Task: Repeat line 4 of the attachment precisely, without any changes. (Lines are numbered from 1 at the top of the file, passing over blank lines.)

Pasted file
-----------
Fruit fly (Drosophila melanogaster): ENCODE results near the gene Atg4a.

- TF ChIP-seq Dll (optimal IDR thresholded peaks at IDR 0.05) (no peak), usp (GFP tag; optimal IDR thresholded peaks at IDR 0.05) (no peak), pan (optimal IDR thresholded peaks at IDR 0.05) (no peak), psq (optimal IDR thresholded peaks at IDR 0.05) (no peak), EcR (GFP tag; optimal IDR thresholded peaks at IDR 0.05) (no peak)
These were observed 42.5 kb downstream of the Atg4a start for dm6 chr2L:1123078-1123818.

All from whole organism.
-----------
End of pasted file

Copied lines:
All from whole organism.